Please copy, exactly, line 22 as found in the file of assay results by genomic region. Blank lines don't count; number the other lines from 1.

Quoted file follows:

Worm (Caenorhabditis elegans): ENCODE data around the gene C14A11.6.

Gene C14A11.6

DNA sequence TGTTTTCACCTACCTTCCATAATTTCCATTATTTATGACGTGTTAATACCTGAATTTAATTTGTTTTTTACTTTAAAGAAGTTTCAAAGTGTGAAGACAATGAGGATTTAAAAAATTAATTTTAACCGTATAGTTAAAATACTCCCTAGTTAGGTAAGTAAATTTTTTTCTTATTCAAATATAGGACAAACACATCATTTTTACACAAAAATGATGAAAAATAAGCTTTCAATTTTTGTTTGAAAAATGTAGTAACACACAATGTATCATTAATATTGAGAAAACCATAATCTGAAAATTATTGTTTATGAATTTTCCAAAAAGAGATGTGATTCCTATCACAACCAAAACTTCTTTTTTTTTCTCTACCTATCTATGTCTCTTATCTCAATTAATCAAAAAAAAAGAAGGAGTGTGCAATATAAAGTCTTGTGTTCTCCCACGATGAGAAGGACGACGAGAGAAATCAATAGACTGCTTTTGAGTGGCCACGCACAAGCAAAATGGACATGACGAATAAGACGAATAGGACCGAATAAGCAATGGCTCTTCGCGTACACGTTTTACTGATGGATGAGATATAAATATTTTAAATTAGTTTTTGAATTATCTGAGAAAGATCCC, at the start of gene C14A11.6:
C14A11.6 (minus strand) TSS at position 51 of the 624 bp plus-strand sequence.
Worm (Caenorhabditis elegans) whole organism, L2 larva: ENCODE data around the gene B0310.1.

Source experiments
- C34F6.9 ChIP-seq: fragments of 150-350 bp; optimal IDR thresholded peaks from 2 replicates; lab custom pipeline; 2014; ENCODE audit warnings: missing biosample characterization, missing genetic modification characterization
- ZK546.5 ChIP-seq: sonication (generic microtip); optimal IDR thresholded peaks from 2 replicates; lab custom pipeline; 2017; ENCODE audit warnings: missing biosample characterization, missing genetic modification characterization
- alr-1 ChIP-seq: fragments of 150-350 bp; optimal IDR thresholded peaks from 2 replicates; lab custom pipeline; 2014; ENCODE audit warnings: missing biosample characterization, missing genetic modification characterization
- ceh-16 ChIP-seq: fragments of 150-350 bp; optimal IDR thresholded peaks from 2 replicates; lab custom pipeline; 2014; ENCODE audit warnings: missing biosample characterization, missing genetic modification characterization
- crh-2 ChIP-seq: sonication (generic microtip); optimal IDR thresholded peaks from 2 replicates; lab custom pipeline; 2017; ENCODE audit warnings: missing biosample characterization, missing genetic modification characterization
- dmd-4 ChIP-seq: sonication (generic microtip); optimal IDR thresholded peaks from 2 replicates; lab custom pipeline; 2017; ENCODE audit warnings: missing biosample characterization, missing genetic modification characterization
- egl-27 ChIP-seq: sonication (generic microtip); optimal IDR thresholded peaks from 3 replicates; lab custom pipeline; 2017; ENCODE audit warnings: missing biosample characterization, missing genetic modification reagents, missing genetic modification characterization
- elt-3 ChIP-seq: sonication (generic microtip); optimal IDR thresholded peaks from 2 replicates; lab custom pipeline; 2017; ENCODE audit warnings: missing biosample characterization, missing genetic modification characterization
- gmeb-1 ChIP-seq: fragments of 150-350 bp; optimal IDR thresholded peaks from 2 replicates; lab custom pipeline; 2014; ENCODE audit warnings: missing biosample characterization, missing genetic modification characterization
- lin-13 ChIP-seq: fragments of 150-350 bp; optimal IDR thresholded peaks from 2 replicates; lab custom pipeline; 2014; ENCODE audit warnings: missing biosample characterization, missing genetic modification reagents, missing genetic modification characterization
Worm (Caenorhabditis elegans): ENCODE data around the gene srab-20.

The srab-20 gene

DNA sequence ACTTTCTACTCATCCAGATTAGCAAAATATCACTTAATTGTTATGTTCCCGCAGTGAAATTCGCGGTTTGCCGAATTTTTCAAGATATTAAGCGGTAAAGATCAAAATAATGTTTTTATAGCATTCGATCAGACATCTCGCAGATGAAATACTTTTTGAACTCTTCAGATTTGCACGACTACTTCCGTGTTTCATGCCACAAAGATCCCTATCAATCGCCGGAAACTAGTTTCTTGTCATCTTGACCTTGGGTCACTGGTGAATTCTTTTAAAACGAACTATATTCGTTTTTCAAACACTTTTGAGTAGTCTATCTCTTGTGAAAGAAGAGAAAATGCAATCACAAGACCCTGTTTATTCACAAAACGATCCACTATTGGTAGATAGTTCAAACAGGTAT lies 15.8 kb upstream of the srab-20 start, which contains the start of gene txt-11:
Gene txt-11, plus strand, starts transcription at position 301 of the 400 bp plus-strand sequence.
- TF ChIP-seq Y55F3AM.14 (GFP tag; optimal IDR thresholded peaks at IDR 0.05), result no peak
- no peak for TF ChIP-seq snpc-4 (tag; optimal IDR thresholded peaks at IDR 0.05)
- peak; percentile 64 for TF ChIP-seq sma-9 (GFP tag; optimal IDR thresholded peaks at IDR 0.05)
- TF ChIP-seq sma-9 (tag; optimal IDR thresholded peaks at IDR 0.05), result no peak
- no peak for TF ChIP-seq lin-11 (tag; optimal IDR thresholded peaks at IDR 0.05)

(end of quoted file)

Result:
- no peak for TF ChIP-seq snpc-4 (tag; optimal IDR thresholded peaks at IDR 0.05)